ELA and Math worked on unpacking the standards and aligning their curricula last year under the guidance of another professional development professional, and this year they are finishing any remaining alignment and working on the first stages of mapping curricula in a UbD framework. While this does mean a lot of data entry at first, the end result will be a K-12 curriculum that will be accessible to all in the district via a curriculum mapping software, and it will be in a common format with which everyone is familiar. From that point, groups can begin to have discussions about revising and refining their curriculum through the software itself, and can see how well the spiral of skills is being maintained, implemented, and assessed across all grade levels.
The challenge right now is getting beyond the specifics of filling in the UbD framework and see that larger vision of a cohesive, dynamic, and interactive curriculum. There was a lot of time and effort spent last year rewriting curricula in various formats per content area that are excellent for use in the classroom and guiding groups of teachers teaching the same course or grade level; however, all of those different formats will not serve to bring the curriculum together in a way that everyone in the district can understand and use in a meaningful way. Also, the UbD framework forces reflection concerning what is taught and why it is taught, looking at the curriculum from a vastly different angle. This can be very uncomfortable for people, and can cause some frustration.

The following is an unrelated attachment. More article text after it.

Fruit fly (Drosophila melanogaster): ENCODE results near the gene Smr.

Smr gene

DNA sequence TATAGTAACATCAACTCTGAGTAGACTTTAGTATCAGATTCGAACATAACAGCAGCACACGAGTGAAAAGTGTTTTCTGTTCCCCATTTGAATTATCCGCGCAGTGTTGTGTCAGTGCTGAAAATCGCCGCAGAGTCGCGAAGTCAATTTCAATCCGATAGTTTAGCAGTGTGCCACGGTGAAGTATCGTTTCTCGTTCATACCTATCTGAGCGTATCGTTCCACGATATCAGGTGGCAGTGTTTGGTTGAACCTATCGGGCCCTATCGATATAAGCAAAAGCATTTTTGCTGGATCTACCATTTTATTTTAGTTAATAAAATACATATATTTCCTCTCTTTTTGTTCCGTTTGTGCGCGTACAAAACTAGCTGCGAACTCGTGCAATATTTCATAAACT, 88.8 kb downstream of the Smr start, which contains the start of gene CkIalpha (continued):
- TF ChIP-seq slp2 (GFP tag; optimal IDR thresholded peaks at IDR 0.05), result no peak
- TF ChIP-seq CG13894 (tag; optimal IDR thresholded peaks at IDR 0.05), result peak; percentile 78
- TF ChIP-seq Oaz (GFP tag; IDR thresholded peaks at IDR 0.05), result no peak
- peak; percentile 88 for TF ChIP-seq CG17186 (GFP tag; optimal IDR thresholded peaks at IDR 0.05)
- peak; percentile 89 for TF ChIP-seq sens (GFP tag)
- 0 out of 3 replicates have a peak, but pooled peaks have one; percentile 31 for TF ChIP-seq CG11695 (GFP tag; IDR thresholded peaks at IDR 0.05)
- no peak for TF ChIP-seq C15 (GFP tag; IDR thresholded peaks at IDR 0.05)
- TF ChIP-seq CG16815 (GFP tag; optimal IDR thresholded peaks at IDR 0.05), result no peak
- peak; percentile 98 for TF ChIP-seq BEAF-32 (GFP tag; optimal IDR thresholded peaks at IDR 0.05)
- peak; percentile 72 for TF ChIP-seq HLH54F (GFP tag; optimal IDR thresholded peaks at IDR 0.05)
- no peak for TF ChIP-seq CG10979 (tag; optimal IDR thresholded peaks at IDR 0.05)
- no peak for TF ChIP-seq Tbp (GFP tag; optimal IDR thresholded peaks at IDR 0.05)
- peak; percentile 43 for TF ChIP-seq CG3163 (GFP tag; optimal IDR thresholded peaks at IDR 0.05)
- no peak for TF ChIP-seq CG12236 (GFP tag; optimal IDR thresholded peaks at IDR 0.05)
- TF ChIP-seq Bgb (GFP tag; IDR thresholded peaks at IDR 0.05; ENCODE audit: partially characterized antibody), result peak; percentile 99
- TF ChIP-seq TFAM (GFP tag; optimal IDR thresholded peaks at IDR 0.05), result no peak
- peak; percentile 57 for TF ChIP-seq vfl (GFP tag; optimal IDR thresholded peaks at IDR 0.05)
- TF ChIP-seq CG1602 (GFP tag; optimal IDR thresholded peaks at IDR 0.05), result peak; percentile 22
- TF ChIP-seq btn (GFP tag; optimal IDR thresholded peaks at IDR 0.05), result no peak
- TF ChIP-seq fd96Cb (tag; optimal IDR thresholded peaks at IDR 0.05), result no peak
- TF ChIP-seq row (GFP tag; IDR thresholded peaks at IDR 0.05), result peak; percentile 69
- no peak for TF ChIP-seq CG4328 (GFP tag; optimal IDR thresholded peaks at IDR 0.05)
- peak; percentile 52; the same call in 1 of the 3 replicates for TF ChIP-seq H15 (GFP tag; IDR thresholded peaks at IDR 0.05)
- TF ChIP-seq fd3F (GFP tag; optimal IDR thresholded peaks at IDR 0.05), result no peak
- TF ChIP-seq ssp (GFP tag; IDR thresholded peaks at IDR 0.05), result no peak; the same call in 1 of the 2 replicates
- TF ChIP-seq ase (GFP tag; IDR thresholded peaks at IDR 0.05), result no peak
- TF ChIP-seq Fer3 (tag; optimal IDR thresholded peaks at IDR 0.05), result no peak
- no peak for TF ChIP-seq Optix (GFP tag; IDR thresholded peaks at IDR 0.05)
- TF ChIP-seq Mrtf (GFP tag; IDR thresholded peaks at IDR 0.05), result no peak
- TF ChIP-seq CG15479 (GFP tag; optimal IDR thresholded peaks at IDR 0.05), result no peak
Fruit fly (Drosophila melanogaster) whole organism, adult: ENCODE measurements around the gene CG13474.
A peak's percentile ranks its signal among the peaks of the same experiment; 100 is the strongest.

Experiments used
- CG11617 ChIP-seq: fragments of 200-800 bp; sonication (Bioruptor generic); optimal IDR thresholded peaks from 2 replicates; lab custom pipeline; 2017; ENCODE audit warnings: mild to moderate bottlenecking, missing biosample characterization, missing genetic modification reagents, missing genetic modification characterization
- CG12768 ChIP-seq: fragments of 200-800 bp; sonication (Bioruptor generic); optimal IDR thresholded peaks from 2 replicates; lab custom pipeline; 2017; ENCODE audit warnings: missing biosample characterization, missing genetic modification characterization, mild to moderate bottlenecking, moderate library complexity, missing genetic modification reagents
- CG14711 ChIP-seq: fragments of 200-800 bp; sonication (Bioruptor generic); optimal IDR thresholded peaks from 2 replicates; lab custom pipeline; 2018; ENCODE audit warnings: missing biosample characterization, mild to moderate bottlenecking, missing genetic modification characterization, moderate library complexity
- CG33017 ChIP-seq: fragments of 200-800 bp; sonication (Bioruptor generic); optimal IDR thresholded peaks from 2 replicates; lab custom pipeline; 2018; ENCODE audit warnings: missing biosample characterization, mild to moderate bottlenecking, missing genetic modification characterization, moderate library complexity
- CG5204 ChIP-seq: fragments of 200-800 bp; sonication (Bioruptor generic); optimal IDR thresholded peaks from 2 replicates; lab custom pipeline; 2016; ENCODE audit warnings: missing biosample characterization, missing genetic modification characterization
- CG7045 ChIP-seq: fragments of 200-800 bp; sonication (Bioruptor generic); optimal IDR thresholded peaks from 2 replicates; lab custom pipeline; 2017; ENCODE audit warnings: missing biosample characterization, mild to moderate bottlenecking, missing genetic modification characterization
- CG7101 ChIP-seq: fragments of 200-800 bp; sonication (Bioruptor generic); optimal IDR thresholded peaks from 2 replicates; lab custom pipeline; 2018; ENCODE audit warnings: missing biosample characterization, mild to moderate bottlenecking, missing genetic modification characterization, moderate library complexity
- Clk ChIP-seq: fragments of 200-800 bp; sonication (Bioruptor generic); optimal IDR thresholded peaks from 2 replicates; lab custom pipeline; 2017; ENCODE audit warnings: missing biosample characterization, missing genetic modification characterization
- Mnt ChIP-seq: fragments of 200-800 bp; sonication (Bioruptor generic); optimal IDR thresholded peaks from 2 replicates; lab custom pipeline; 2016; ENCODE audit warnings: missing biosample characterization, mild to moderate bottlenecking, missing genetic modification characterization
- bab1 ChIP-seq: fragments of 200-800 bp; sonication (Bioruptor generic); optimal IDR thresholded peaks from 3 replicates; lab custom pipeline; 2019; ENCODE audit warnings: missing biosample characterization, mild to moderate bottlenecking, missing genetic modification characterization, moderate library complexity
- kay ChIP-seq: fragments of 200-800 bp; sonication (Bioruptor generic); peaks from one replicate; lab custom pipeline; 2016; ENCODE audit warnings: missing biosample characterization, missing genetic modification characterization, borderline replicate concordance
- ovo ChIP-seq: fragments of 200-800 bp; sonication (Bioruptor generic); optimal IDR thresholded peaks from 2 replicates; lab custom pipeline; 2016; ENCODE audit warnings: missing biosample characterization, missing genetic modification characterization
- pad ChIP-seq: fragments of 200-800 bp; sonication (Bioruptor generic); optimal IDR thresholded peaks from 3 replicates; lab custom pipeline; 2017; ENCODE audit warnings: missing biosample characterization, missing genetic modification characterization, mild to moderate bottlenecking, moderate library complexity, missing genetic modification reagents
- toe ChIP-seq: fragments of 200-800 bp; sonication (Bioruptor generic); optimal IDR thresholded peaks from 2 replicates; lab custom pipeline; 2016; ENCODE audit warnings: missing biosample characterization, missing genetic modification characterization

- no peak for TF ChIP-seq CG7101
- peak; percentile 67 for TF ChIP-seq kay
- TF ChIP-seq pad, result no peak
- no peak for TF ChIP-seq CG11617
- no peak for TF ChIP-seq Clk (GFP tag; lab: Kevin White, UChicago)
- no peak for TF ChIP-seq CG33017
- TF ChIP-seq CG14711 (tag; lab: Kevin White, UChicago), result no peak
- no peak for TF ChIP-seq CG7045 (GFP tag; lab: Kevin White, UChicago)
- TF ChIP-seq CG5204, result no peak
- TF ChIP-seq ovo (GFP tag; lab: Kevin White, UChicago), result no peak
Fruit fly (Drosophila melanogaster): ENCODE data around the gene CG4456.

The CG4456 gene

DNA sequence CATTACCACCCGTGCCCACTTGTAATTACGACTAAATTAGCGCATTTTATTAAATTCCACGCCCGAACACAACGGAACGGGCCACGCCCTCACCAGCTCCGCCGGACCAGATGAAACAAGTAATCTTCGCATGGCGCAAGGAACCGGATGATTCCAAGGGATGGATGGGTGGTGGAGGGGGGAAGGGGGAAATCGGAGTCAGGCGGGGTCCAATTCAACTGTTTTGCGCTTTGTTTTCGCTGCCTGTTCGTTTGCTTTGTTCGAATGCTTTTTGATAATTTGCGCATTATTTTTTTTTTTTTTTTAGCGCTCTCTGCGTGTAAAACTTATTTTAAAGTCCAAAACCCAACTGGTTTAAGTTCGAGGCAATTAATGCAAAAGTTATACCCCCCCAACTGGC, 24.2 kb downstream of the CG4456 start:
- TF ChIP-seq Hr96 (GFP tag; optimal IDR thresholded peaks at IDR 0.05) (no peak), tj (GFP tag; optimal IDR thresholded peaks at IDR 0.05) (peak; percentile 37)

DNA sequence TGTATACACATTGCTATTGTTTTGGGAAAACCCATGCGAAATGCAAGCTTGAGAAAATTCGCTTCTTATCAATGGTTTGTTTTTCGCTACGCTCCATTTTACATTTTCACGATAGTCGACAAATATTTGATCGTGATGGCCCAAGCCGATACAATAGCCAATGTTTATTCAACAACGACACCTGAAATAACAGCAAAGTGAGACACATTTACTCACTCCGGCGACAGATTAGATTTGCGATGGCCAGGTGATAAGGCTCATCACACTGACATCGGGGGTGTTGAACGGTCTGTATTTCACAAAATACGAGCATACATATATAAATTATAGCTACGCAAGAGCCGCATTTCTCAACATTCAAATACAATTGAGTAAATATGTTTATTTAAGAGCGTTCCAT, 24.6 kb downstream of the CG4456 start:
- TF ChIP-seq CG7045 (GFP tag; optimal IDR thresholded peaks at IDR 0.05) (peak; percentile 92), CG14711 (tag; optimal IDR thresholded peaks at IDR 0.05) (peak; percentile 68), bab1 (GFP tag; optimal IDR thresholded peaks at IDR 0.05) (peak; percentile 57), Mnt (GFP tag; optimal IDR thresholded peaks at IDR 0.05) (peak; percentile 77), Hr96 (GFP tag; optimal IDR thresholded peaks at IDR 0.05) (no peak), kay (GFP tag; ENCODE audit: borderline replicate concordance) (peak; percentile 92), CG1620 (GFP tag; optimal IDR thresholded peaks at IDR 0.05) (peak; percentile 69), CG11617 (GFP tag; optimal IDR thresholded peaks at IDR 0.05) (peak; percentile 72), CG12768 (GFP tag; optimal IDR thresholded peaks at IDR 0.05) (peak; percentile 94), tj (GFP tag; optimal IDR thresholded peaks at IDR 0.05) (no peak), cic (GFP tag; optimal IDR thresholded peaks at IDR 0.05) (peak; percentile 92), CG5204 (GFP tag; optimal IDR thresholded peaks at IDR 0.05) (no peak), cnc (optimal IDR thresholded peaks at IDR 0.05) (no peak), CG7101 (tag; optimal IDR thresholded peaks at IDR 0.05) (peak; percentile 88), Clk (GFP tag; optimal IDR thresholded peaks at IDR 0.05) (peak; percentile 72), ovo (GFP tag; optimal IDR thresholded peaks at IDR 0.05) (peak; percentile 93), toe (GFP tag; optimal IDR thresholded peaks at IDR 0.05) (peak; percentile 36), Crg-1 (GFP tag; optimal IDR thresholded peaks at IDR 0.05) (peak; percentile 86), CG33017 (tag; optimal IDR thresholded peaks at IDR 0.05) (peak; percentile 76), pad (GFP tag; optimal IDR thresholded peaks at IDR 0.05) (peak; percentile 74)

I am sympathetic to the struggle; I've been through the mapping process as a teacher, and the last thing I want to cause or see is frustration over this. However, I don't believe you ever grow in your own teaching practice if you don't ever examine and reflect upon what you're doing in the classroom and why you're doing it. And with the increasingly ambitious skills students are required to have under the Common Core, teachers are going to have to get out of their comfort zones at times and take risks in the classroom by trying new things or modifying and updating what they already have students doing in regards to their learning. Those types of changes only come after some reflection has taken place.
But we also need to look outside of the four walls of a classroom and see the bigger curriculum picture, because the skill progressions in the Common Core require it. While each grade or course may be very aware of their piece of the puzzle, it is necessary to see the other curricular pieces and how they fit together in order to really serve students and their learning well. And, like I've said before
, the UbD mapping is just a starting point for a valuable professional process--a place where good conversations, discussions, and decisions about curriculum and student learning begin.